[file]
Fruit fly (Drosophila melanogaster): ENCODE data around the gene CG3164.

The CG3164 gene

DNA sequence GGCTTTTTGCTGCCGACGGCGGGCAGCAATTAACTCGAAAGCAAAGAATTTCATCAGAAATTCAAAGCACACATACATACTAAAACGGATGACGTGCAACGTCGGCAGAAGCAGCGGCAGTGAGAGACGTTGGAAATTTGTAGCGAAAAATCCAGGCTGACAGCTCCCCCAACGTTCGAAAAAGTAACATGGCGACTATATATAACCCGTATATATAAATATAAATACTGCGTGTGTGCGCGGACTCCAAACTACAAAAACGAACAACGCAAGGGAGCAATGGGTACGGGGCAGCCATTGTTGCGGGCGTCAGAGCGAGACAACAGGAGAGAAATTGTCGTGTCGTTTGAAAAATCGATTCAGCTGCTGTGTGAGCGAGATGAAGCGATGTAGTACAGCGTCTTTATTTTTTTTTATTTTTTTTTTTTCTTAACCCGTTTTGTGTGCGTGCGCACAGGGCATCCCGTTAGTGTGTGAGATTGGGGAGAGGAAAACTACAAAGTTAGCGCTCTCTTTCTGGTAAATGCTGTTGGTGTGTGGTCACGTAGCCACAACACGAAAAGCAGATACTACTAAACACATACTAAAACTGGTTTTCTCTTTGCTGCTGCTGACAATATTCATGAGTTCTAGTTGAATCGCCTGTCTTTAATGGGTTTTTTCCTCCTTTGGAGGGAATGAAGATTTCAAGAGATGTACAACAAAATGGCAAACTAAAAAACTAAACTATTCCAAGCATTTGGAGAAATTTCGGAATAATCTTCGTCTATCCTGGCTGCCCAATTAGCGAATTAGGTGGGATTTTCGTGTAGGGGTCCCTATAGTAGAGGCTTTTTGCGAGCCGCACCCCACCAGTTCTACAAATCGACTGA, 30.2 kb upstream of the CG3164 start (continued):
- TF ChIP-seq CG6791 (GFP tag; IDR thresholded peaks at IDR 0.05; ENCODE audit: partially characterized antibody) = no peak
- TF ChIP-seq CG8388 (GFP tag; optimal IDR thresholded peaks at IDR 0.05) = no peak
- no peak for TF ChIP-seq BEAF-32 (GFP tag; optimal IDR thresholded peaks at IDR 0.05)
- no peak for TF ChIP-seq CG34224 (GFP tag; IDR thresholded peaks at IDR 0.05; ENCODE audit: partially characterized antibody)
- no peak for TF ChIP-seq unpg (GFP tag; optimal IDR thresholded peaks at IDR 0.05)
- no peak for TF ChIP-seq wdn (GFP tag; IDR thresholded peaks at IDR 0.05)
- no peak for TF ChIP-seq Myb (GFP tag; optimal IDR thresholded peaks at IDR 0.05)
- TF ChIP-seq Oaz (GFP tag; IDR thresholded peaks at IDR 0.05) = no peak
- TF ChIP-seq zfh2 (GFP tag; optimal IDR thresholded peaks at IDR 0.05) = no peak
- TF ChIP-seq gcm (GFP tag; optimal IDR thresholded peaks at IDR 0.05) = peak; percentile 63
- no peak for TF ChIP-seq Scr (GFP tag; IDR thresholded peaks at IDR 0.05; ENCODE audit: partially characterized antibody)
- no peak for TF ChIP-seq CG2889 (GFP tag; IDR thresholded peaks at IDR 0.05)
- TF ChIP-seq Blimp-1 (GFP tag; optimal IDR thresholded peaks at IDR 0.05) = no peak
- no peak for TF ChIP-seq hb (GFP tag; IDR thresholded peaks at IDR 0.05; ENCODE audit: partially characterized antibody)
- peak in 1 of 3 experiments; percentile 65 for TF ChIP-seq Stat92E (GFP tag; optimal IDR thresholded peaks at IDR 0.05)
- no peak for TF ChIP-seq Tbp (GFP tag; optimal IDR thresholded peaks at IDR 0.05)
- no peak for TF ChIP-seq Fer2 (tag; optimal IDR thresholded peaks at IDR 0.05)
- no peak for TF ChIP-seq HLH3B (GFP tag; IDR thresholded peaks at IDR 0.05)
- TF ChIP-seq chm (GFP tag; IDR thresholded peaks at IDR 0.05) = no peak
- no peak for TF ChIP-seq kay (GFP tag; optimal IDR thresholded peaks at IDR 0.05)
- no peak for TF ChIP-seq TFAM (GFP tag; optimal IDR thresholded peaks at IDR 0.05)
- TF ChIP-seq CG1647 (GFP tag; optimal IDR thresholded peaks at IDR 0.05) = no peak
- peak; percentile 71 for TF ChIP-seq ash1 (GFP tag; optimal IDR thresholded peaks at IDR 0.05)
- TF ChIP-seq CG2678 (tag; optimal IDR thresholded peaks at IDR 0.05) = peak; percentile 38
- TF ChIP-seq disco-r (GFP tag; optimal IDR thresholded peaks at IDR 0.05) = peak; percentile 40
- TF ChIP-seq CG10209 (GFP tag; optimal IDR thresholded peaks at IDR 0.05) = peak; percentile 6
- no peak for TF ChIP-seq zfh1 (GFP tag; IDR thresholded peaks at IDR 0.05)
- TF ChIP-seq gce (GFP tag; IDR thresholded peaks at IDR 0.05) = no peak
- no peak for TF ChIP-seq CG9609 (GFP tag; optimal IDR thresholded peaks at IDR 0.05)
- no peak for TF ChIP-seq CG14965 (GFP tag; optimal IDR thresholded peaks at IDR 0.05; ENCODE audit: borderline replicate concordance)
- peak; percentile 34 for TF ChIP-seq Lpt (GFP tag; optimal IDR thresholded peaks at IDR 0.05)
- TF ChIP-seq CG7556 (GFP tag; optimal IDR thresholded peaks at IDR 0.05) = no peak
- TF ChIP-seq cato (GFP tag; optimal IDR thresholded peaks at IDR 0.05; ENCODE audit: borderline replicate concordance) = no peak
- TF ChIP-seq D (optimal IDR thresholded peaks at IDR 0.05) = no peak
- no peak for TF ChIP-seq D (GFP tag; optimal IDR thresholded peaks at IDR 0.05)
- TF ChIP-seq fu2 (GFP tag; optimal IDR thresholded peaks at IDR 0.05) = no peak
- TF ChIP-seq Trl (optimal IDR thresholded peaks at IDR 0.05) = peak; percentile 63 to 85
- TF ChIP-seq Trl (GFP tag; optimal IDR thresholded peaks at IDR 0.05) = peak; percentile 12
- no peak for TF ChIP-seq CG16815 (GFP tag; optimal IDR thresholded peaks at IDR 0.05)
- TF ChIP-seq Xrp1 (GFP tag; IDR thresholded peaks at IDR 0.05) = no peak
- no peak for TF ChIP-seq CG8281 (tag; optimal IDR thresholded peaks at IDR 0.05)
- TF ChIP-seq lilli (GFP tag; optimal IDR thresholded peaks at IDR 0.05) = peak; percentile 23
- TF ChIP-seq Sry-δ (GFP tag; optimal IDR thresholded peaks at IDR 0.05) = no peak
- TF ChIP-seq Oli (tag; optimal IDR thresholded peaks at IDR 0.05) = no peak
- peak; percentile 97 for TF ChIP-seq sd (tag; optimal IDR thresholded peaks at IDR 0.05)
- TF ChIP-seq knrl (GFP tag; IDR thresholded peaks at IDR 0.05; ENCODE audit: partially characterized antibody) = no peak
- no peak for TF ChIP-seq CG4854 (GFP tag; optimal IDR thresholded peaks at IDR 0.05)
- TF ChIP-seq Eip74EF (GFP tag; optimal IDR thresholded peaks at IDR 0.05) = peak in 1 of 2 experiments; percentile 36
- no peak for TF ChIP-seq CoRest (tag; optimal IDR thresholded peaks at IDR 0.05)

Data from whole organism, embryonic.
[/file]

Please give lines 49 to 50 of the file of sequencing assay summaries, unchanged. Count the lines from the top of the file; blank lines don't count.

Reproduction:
- TF ChIP-seq knrl (GFP tag; IDR thresholded peaks at IDR 0.05; ENCODE audit: partially characterized antibody) = no peak
- no peak for TF ChIP-seq CG4854 (GFP tag; optimal IDR thresholded peaks at IDR 0.05)